It’s no secret that I love nursing my baby girl. When she was born, I had it in my mind that I would try to nurse her for the first year of her life. And I remember, many times, feeling as though that year was going to be f.o.r.e.v.e.r. When we started out, nursing sucked. It was painful, uncomfortable, unnatural, demanding and non-stop.
But then it got better. And it became easy and comfortable and special.
For me, this isn’t about the breast versus bottle debate. I know some people choose not to nurse or are unable to nurse. And that is fine. As women, and mothers, it’s our right to do what’s best for us and our babies. For me, it’s something deeper than breast versus bottle. It’s about figuring out what works for Evalyn and I and sticking with it. And, for us, what works is nursing.
For the first five or six months of her life, my breast milk was the sole source of nutrition for this tiny little person. And that fact, at times, made breastfeeding stressful. There were the constant questions of whether or not she was getting enough, if my body was continuing to meet her growing needs, if she was nursing often enough, or too often, and so on. Yet at the same time, providing her sole nutrition from my body gave me a sense of pride as well. When we went to the doctor and she got weighed, I swelled, knowing that I did that. I was taking care of her and providing for her in the best way I knew how.
Then, around six months, she started exploring the world of solids and adding some other forms of nutrition into her diet. It was around this age that our nursing relationship and my attitude towards breast feeding started to shift.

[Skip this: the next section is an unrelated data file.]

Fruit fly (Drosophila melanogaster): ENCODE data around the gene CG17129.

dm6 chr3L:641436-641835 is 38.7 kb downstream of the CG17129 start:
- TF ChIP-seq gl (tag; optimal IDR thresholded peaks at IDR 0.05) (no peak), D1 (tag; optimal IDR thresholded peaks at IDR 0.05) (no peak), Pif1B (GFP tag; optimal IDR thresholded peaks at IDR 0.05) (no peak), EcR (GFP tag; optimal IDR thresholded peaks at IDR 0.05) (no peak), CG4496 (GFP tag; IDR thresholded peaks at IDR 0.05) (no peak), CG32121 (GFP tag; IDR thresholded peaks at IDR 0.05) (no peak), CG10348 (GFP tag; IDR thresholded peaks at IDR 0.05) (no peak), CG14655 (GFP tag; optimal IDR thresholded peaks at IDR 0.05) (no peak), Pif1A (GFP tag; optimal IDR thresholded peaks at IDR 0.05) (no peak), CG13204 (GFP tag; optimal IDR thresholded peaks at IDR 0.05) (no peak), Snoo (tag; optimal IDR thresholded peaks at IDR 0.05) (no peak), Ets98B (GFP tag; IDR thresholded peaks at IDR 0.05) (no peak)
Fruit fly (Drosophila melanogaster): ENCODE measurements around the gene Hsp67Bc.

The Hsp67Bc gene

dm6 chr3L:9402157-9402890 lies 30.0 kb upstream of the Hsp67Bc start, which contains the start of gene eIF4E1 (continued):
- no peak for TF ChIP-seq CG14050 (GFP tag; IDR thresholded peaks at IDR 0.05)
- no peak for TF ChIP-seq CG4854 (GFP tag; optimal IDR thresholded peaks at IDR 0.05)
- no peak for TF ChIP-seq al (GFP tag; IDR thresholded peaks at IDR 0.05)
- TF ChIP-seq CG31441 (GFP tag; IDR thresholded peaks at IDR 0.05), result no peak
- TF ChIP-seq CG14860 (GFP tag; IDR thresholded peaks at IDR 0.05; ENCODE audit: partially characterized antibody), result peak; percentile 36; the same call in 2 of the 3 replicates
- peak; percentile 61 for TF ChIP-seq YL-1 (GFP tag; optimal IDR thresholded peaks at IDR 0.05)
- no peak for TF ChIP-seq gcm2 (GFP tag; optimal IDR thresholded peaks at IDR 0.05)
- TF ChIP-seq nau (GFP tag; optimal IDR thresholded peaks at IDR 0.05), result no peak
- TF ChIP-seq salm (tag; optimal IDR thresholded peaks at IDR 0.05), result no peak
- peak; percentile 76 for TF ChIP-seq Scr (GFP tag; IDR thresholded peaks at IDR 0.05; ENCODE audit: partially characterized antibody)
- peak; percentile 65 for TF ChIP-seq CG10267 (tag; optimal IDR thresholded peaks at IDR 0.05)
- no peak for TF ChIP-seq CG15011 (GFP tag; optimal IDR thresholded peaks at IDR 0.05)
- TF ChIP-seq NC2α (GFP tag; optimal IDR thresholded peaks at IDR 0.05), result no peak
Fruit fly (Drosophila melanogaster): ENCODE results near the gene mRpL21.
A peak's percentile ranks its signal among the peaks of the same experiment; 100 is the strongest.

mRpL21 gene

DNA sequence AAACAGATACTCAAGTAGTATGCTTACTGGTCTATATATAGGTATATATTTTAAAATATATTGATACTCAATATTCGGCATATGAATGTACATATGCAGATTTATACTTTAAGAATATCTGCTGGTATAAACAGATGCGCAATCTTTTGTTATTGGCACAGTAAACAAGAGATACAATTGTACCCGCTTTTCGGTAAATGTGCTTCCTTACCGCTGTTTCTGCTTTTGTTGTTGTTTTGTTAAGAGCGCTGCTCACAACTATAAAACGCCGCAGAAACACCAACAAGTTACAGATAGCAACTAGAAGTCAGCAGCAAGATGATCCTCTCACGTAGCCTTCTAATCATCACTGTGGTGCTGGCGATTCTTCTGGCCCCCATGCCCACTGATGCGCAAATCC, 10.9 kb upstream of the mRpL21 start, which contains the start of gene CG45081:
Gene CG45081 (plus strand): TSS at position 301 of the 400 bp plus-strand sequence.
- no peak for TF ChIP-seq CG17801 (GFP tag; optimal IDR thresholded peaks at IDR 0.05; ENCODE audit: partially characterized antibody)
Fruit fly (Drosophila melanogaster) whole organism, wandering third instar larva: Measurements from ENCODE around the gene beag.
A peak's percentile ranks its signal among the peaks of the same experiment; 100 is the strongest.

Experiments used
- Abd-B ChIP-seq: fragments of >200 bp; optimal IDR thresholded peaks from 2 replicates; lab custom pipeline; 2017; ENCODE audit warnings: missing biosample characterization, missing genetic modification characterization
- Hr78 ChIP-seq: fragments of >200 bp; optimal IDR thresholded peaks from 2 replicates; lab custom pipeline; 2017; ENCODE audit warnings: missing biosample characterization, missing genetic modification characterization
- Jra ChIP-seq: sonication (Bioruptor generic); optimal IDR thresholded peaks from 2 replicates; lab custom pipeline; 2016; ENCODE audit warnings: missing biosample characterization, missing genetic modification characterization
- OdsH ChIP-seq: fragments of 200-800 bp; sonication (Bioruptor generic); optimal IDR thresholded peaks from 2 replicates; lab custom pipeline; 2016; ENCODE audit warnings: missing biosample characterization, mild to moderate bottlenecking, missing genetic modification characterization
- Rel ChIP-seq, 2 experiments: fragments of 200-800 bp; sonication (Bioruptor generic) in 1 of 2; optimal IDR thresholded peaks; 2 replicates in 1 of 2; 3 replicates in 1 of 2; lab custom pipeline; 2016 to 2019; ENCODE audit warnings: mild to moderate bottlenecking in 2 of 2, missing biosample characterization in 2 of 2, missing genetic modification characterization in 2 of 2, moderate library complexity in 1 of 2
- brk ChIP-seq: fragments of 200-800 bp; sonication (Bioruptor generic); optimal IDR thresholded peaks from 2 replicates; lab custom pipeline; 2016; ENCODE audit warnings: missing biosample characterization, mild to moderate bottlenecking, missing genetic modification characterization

Instead of thinking that I would never get my body back or that my breasts would never be the same, I started to think about how much longer I’d have the opportunity to provide for her this way. I stopped looking at it as a chore and began viewing it as a gift.
For me, nursing is a gift – it is the gift of time, and quiet, and connection, and relationship, and nurturing and bonding – all shared solely between Evalyn and I. No one else has that connection with her.
Over the past little while, I’ve started to realize how much I value my nursing experience – above and beyond it being a way of feeding my child. When she nurses, we’re close. We’re quiet. We’re still. We look at each other. We giggle. I sing. I pray. I hold her. We are connected. While I used to feel like I was nursing non-stop and my days were filled with nothing but breastfeeding, now I look forward to the four or five times a day where we get to snuggle up in a chair together and just be. It’s relaxing. And it’s calm. Just me and my child.
Each day, we’re creeping closer and closer to that big one year mark. I am excited and sad about it all at the same time. Each time I nurse my babe, I find myself wondering how many more of these moments we’ll share. How long until she’ll decide it’s time to stop? How long until I’ll decide it’s time to stop? How will I know? While at one point I felt like I would be nursing forever, I now feel like that forever is getting too close. I know a lot can change in the next few months, and I’ll follow her cues, but at this point, I hope we keep going until at least a year. And beyond that? I don’t know. I don’t know how long I’ll nurse for. What I do know, is that for now, I will treasure our moments because I know, oh how I know, that they are fleeting.
(Thank you to my sweet sister-in-law, Logi, for these precious photos!)